The Wine and Spirit Trade Association has called on the government to scrap duty hikes and “avoid prohibitive price rises, which will further fuel inflation”.

With a month to go until new duty measures come into force, the WSTA said there is still time to scrap duty hikes.

WSTA chief executive Miles Beale said: “We are careering towards an extremely tough period for wine and spirit businesses with tax hikes and other costs, including a prolonged cost of living crisis for their consumers, persistently high inflation – especially for food and drink – and rocketing prices for glass, leaving little room for many businesses to turn a profit. Inevitably some won’t be able to stay afloat, with SMEs most at risk.

“Amongst all this pressure the government has chosen to impose more inflationary misery on consumers on 1 August, with the biggest single alcohol duty increase in almost 50 years. But it’s not too late to scrap these crippling duty hikes.”

Beale said that the new duty regime discriminates against premium spirits and wine more than other products. 

“Wine from hotter countries – like new trade deal partner Australia – will be penalised most of all, because the grapes grown in hotter climates naturally produce higher alcohol wines,” he explained. “And, at the same time, you cannot reduce alcohol in wine like you can for some other products. Making wine isn’t an industrial process; reducing wine’s alcoholic content is limited, changes the product and is costly to carry out. Nor can the alcohol in full strength spirits be reduced for products such as gin, vodka and whisky where a minimum strength is prescribed by law.”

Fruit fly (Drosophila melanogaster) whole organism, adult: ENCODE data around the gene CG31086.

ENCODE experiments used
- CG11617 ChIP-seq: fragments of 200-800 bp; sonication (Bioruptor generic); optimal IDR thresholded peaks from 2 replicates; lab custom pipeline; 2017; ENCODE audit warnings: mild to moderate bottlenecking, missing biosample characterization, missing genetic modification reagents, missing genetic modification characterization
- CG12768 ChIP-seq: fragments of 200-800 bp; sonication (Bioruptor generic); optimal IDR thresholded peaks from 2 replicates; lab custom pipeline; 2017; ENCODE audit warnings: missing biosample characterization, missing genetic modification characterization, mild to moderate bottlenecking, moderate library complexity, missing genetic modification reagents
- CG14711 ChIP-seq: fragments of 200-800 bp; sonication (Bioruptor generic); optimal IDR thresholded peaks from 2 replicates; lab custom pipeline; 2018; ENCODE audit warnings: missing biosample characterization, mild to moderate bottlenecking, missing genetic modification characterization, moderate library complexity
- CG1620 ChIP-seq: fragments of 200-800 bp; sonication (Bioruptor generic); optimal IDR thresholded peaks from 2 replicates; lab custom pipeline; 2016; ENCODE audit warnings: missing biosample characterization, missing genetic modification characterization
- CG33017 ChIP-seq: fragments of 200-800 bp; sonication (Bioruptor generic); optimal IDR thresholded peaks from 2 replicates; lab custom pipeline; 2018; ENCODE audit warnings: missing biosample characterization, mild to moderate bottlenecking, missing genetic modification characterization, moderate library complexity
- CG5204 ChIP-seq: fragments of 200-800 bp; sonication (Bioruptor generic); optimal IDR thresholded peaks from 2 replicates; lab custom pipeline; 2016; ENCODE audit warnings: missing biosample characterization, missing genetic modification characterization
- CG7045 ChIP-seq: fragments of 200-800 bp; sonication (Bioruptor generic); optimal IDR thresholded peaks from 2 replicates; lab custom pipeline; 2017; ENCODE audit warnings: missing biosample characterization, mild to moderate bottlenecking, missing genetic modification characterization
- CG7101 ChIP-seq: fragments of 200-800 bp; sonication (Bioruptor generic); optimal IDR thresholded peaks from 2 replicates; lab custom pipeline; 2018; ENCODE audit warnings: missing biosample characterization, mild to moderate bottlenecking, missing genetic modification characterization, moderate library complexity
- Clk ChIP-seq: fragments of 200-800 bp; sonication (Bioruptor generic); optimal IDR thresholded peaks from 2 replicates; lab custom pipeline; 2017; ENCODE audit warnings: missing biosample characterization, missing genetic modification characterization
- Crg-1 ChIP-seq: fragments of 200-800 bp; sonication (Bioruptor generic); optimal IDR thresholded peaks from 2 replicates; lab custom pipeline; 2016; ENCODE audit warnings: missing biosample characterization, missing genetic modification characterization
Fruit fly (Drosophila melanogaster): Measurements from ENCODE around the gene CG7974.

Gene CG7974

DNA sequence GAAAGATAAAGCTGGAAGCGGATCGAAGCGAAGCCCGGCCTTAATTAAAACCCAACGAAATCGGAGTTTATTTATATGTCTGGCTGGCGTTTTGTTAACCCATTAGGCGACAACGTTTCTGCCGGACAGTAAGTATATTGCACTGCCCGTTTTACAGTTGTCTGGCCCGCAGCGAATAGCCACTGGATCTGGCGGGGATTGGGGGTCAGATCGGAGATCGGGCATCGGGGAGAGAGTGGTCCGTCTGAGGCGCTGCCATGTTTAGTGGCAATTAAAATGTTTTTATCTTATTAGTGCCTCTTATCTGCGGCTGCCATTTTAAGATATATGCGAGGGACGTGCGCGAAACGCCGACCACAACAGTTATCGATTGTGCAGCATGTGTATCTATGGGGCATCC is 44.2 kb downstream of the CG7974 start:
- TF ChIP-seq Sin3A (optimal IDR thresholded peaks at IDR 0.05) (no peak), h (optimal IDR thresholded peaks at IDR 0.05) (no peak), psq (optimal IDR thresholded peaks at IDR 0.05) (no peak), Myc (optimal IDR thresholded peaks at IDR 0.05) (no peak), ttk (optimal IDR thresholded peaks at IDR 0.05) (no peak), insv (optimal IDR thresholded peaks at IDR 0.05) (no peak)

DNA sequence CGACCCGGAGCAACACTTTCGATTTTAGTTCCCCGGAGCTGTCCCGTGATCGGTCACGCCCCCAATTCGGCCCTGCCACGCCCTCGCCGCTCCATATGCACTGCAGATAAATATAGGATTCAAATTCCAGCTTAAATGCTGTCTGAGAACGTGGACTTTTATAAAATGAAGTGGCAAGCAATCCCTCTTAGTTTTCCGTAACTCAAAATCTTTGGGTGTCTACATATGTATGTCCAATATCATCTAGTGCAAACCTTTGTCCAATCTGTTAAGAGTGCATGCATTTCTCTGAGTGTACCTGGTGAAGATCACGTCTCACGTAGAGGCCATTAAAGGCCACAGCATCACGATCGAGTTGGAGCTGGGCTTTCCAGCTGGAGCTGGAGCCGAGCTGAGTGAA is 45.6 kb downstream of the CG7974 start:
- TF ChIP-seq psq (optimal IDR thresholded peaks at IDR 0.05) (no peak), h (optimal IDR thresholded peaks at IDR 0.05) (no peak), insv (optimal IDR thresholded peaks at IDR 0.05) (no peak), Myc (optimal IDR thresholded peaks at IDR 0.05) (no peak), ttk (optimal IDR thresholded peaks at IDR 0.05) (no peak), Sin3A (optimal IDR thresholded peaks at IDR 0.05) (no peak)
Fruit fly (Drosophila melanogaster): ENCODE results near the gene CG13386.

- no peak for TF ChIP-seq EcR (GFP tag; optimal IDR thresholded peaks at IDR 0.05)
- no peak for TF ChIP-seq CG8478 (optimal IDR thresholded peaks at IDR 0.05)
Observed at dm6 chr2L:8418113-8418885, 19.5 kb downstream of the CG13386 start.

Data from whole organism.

Beale added that the Sunak-Hunt changes to wine duty will reduce consumer choice and push up prices.

“For spirits you can expect at least a £1 increase on a bottle of gin or vodka and a leap of £1 per bottle of wine when duty is increased by 20% (+VAT).

“Wine and spirit businesses are looking to find ways to keep their products affordable, but there is no quick fix, and there are too many tax and costs increases and too few options – especially for wine and full strength premium spirits where reducing ABV simply isn’t realistic.”